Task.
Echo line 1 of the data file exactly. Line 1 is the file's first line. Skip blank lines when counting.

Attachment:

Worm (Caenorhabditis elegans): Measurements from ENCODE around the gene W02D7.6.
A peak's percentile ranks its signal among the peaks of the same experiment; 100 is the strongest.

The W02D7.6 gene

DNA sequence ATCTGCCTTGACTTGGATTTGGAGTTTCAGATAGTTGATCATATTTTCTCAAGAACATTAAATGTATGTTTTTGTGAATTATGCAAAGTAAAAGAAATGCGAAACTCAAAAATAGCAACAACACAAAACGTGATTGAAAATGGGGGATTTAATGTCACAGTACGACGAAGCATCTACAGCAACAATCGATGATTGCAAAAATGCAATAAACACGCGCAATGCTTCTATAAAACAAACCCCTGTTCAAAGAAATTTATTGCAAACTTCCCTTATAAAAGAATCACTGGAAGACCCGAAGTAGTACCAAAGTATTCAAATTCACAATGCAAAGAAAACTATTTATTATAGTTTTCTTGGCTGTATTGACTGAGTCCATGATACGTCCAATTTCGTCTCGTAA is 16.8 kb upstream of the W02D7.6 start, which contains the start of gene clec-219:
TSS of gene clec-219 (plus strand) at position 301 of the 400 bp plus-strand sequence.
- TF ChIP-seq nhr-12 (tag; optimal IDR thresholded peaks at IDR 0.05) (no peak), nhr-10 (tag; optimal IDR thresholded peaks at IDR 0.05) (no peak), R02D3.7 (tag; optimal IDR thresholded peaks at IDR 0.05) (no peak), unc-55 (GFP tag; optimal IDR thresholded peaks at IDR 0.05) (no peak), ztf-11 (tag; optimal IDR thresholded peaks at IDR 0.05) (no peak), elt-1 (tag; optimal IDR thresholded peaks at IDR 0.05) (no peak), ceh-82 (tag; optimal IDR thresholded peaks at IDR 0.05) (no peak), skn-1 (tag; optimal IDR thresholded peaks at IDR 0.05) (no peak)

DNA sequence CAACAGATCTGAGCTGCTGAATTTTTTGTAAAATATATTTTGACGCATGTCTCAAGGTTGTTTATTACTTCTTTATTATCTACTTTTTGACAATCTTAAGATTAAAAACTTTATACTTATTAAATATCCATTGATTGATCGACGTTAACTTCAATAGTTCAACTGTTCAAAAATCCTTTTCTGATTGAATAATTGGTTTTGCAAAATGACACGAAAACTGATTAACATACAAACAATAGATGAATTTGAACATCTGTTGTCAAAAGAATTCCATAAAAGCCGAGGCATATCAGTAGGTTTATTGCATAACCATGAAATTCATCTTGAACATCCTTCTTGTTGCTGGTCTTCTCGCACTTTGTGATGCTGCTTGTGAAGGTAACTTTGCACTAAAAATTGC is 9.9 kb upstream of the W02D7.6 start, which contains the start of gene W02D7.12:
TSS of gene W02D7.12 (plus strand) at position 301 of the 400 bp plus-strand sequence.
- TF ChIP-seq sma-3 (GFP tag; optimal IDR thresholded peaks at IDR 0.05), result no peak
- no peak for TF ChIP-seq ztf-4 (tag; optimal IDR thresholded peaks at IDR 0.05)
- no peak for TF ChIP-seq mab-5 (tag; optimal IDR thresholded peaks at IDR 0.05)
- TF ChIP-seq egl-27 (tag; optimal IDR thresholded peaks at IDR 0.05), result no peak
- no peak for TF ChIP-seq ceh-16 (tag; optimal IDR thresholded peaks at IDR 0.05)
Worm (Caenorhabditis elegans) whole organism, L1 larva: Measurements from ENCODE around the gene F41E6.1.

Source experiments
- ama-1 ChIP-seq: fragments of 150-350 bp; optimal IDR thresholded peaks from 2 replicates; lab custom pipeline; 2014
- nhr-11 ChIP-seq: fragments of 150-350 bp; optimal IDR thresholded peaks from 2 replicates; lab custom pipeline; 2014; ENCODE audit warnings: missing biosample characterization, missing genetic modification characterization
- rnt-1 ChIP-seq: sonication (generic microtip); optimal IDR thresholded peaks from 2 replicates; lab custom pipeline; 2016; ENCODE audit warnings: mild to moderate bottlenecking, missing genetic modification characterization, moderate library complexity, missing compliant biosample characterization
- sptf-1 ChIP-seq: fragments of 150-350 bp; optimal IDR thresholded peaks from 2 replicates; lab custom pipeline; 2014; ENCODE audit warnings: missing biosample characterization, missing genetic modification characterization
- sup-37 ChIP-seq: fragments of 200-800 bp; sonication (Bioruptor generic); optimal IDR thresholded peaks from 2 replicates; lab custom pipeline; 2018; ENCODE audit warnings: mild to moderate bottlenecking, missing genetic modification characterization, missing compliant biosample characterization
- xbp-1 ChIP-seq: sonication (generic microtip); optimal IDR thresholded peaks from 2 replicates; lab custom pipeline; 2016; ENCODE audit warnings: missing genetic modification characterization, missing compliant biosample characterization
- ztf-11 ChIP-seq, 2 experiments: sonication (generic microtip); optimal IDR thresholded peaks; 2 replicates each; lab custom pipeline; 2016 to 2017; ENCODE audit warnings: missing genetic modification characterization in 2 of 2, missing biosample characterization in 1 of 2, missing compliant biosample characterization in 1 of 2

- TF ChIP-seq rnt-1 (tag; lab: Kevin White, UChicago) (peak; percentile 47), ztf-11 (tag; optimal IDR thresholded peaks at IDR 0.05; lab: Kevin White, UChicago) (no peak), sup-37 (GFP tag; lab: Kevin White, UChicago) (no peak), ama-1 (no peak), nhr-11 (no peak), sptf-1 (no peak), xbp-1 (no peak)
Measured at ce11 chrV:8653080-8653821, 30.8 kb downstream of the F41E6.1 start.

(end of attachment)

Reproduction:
Worm (Caenorhabditis elegans): Measurements from ENCODE around the gene W02D7.6.